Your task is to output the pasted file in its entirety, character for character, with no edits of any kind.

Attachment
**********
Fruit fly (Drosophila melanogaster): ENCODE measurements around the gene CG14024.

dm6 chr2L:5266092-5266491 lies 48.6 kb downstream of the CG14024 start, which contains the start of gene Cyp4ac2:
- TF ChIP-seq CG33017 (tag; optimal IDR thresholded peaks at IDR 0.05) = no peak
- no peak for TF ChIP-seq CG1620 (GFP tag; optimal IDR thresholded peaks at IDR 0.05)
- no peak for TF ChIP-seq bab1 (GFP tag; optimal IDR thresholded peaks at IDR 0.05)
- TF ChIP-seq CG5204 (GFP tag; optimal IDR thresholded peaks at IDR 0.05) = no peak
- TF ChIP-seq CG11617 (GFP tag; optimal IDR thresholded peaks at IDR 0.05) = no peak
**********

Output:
Fruit fly (Drosophila melanogaster): ENCODE measurements around the gene CG14024.

dm6 chr2L:5266092-5266491 lies 48.6 kb downstream of the CG14024 start, which contains the start of gene Cyp4ac2:
- TF ChIP-seq CG33017 (tag; optimal IDR thresholded peaks at IDR 0.05) = no peak
- no peak for TF ChIP-seq CG1620 (GFP tag; optimal IDR thresholded peaks at IDR 0.05)
- no peak for TF ChIP-seq bab1 (GFP tag; optimal IDR thresholded peaks at IDR 0.05)
- TF ChIP-seq CG5204 (GFP tag; optimal IDR thresholded peaks at IDR 0.05) = no peak
- TF ChIP-seq CG11617 (GFP tag; optimal IDR thresholded peaks at IDR 0.05) = no peak